Does anxiety make you smarter?

Well “smarter” being the key word here. It’s a logical leap to say that those with anxiety experience a broad range of emotions so proclaiming emotional intelligence isn’t such a stretch. Actual intelligence/being smarter is often equated to problem solving but navigating complex emotional situations does require a high degree of intelligence. It’s not a topic I have explored a great deal on this blogs anxiety postings but I found a good article here that discusses it more broadly.

From the article: “Do everything you can to avoid situations that might feel stressful, or embarrassing, or a little scary, and then you’ll be less able to deal effectively with those emotions when they do occur. New research backs up that position. A 2021 study found that engaging in a variety of daily activities correlated with experiencing a broader range of emotions, and with it increased levels of happiness and life satisfaction.”

Now that in of itself isn’t a controversial statement. The article doesn’t get to deep into specifics in the prose but it has citations to three different studies supporting the claims made which are pretty decent. The article really reinforces the notion that we all have to be “out there” anyway and emotional intelligence translates into a broader perspective of life which lends itself to a greater ability to muster wisdom. At its core that’s what the article is trying to impart and it achieves it.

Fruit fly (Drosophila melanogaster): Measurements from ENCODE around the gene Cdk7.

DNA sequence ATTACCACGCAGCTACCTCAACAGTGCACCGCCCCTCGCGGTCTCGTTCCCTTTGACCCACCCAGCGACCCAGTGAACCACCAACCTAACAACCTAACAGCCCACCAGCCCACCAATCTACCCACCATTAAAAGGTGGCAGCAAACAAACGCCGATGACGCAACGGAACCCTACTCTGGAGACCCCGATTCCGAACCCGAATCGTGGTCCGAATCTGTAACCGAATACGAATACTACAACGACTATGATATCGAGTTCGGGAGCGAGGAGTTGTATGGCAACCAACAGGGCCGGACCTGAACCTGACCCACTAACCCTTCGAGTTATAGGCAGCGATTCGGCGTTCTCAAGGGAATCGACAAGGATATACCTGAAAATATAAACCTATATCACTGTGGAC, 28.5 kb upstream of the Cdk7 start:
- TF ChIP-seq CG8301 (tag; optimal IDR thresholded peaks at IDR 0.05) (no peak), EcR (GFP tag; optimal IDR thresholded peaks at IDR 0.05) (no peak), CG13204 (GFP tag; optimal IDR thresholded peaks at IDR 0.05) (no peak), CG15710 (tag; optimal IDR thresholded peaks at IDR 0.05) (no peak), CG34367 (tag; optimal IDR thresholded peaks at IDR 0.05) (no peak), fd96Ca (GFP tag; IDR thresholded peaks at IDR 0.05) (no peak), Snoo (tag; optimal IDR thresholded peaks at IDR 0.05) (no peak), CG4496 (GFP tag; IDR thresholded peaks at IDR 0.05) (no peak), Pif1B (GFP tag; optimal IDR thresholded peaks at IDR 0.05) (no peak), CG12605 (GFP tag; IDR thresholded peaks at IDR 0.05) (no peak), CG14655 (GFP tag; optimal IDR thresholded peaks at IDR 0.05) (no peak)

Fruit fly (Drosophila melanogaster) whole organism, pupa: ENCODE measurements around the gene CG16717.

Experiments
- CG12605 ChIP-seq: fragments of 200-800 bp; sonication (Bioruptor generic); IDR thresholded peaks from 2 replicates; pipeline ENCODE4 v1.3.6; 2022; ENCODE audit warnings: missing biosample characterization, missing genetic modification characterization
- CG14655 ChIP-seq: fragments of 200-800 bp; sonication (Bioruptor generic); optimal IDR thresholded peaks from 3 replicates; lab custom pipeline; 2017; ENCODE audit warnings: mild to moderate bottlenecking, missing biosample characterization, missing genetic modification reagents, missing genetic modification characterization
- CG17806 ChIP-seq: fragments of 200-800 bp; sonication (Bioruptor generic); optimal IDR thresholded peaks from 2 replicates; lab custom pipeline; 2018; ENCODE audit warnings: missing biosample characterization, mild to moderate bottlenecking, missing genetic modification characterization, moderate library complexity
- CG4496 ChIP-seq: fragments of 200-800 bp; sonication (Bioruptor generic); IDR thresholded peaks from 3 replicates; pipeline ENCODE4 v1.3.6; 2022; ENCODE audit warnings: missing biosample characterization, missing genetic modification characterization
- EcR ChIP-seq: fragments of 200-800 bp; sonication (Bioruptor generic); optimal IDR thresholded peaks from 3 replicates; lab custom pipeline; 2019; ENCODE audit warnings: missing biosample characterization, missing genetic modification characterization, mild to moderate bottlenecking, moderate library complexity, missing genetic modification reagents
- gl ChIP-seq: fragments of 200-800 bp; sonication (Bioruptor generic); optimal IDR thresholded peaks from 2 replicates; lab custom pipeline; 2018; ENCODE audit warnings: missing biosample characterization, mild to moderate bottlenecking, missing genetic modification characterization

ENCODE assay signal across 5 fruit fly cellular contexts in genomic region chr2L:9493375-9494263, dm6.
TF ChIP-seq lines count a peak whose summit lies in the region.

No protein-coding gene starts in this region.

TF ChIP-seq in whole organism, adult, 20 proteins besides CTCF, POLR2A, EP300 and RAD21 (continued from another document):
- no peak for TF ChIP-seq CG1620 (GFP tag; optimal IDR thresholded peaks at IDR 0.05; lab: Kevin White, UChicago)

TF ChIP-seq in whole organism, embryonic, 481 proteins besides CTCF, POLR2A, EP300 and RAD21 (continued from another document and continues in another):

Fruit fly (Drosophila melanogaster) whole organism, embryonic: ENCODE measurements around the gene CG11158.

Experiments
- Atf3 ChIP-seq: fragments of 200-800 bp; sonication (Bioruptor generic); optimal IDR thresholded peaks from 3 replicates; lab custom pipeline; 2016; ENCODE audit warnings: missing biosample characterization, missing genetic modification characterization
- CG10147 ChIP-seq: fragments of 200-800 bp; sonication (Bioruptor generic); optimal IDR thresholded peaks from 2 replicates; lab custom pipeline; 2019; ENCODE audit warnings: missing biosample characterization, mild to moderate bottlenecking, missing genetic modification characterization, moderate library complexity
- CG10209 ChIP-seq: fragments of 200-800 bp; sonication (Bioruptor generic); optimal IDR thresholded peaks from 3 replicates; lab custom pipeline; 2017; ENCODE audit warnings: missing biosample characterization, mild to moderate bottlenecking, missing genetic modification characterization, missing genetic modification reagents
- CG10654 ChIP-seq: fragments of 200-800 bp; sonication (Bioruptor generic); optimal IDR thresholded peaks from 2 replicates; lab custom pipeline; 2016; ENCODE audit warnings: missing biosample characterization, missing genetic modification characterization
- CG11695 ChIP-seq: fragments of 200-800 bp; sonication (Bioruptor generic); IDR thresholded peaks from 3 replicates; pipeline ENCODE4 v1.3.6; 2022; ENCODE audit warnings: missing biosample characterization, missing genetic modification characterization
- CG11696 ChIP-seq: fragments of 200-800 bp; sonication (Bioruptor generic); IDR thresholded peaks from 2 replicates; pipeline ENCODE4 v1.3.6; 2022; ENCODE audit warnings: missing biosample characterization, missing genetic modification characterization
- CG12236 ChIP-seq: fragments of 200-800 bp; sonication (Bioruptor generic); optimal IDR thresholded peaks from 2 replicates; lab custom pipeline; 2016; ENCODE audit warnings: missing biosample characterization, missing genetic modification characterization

This is making my stomach hurt.

For those of us with anxiety it’s challenging to correlate our responses to intelligence. We have been conditioned for decades to equate anxiety as a negative attribute. To assume something is wrong with us if we feel uncomfortable etc. Now there is a fine line and this is what REALLY happens when you go down the anxiety rabbit hole is you discover that anxiety itself is natural and is a gateway to intelligence. The trick is there is no universal threshold it is dependent on the individual based on their accumulation of anxiety over the years.

Simply put, I may have no problem driving in the snow. You might have been in an accident in snow and are far more anxious about it. Do you gain more intelligence then I do from driving in the snow? These are simple concepts but it’s important to make sure we improve our narratives and context on anxiety, and equating anxiety with increased intelligence is a good start.

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